We asked Vicky Foxcroft MP (Shadow Minister for Disabled People) a number of questions. Here are her answers and her thoughts.
Vicky Foxcroft MP – Shadow Minister for Disabled People
Here are Vicky Foxcroft’s answers to our questions
Q) What do you see as your main priorities as the Shadow Minister for Disabled People for the rest of the term of this parliament?
A) When we finally start to emerge from the COVID-19 crisis, my first priority will be to monitor the Care Act easements which have been taken up by councils and ensure they are removed in a timely but ordered manner and that there are no long term impacts on the standard of care people are receiving. I will work with my colleague Liz Kendall (Shadow Minister for Social Care) to ensure that social care is properly funded. The current crisis has served to highlight the fact that the sector has been neglected for far too long.
Vicky is working with Liz Kendall – Shadow Minister for Social Care
I will also be keeping a close eye on the Government’s promised National Strategy for Disabled People. Ministers have promised that that the strategy will build on evidence, data and insights from the lived experiences of disabled people and that it will increase special educational needs and disability funding and support pupils, students and adults to get careers advice, internships and transition into work, as well as identifying further opportunities to improve things. In the coming months, I will do everything I can to make sure that the strategy is not dropped and that the Government is consulting with a wide range of stakeholders.
I do want to also look at intersectional areas for disabled people, including the links between poverty and disability. Domestic violence is another area I am keen to focus on as we know that disabled, deaf and blind women are at higher risk of gender-based violence. Domestic abuse among these groups is often perpetrated by those they rely on for care, and the barriers to escaping are often even greater. More needs to be done to shine a light on these areas.
Q) What are the real social challenges now facing disabled people during this coronavirus pandemic?
Probably the very first issue that came to the fore when I took up the role was access to priority online food shopping. I know from my casebook that some people are still struggling with this, and there are concerns about people who have been left off the list (such as blind and partially-sighted people and those with motor neurone disease).
Access to PPE is also of paramount concern at the moment. The Government needs to guarantee that all care workers get the PPE they need; this applies to domiciliary care workers and Personal Assistants employed via Direct payments, as well as staff in residential care.
It is also clear that we need to respond to people’s fears over the temporary Care Act ‘easements’ which have been brought in to help local authorities prioritise care and support. These easements have created uncertainty and concern that the quality of care will be compromised during this pandemic. I am keeping a close eye on this.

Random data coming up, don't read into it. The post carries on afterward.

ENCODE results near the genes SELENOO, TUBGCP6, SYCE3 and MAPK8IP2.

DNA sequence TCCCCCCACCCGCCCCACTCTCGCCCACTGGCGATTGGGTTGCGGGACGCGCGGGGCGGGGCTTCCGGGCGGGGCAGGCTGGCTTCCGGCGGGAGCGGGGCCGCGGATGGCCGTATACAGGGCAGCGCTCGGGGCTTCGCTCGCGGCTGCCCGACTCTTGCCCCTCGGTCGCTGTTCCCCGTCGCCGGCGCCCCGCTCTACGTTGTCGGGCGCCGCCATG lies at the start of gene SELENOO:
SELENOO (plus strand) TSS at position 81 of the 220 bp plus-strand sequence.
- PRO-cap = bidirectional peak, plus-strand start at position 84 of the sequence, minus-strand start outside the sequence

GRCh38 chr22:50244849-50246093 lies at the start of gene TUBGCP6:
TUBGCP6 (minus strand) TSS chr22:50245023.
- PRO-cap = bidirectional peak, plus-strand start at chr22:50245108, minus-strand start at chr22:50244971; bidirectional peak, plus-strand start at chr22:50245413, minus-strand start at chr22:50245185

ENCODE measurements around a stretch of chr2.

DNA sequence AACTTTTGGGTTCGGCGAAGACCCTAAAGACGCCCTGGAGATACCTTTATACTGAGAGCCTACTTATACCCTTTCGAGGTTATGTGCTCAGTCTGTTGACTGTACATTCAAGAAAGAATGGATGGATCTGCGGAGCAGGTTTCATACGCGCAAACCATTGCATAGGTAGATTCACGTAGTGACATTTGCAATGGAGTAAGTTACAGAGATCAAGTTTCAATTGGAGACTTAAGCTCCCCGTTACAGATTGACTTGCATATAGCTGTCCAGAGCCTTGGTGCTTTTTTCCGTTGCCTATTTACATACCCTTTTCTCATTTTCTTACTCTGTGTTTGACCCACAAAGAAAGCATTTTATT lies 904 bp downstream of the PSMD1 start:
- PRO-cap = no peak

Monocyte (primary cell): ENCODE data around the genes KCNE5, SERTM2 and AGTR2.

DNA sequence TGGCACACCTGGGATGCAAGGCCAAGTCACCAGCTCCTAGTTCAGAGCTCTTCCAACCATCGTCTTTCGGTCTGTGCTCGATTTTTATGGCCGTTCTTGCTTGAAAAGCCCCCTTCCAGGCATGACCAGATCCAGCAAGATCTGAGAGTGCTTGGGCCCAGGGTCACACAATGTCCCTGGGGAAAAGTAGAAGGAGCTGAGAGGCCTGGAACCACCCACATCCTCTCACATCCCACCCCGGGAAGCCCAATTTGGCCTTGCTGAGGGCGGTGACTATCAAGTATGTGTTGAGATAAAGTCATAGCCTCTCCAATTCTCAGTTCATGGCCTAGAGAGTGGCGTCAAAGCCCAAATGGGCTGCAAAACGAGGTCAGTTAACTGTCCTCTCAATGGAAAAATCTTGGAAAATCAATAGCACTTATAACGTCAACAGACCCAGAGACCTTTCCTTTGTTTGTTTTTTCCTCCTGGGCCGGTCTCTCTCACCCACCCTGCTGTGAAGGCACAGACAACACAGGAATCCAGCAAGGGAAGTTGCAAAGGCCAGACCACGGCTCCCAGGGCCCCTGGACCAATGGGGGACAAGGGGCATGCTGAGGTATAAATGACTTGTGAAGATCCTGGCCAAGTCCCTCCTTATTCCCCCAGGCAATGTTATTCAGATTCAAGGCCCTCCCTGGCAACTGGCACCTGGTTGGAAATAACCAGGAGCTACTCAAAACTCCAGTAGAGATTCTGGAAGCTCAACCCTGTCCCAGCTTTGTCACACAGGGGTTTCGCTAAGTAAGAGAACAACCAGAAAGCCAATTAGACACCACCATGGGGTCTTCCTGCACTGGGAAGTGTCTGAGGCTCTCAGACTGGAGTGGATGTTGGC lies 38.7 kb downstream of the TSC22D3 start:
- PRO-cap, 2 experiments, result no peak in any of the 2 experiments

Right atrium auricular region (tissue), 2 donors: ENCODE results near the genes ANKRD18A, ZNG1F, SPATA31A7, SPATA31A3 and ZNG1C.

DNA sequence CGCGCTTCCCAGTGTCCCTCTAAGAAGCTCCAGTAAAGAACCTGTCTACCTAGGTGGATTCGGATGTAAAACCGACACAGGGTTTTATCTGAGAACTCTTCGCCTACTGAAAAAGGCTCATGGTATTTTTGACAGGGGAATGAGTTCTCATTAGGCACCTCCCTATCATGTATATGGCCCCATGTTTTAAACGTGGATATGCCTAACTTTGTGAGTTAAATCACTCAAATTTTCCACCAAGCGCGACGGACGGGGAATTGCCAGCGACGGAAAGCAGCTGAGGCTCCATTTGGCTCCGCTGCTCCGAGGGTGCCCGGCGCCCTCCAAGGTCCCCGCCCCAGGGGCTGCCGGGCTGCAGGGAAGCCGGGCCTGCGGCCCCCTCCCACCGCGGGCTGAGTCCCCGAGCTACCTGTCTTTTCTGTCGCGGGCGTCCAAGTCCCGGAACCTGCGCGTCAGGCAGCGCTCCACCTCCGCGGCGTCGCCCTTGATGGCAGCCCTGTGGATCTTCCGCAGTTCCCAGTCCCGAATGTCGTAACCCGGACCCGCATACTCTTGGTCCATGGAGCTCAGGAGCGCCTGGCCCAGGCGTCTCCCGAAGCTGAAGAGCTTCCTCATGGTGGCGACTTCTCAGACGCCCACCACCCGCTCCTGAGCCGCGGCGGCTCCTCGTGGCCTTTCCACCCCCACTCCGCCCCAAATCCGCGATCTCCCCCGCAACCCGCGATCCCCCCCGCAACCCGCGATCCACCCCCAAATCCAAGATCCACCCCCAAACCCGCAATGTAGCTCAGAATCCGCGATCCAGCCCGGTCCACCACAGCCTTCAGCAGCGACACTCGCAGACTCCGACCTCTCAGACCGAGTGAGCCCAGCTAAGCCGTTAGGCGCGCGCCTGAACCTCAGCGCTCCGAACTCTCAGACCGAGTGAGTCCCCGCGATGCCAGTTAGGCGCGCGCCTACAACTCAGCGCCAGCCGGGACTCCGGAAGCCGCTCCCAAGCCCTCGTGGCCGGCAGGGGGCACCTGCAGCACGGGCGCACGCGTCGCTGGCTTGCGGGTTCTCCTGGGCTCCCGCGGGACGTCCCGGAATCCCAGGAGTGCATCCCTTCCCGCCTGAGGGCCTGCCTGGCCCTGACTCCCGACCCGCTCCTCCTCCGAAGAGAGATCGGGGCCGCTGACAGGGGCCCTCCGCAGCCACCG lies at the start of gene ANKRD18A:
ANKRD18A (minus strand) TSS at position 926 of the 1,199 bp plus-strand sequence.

Disabled people’s organisations having the funding and resources they need is also a key priority. In my previous role as Shadow Minister for Civil Society, I pressed the Chancellor on funding for charities during the crisis. Although the Government announced an extra £750 million of funding, it is nowhere near enough, and many charities and organisations are concerned about their future. We should also be looking at other ways of supporting the sector, such as allowing furloughed employees to return to work in a volunteer capacity.
Q) What changes would you make to the benefits system?
While I welcome the fact that the Government has increased Universal Credit and Working Tax Credits payments in the wake of the current crisis, it is unacceptable that there has been no corresponding increase in other benefits for the unemployed, disabled people and carers. My shadow work and pensions colleagues and I are pushing for a) increases in Jobseeker’s Allowance, Employment Support Allowance and Carer’s Allowance; b) the suspension of all sanctions and a clear commitment not to impose any new sanctions during the current crisis; c) increases in DWP capacity to cope in the current crisis.
We also need to replace the Work Capability and Personal Independence Payment assessments, following significant consultation with those who have to engage with the system. I have seen too many constituents having to apply for a Mandatory Reconsideration of their claim before it is granted, often in cases which appear to be straightforward. This is humiliating, time-consuming and unnecessarily stressful for claimants and their families.
Q) What do you believe the Labour party can do to make life more inclusive for disabled people?
First and foremost, we must ensure that disabled people are at the heart of our policymaking. This is not something that can be contained within one department or ministerial brief: disabled people’s needs must be considered across all departments if we are to develop a more genuinely inclusive society.
I know you’re probably fed up of politicians talking about the need for stakeholder engagement, but it is crucial that we not only speak to a broad range of people – from charities and policy advisers to disabled people and their carers – but also listen and act on what they tell us.
Finally – and perhaps most importantly – we must fight hard to ensure that we win the next election and can put our fantastic policies into practice.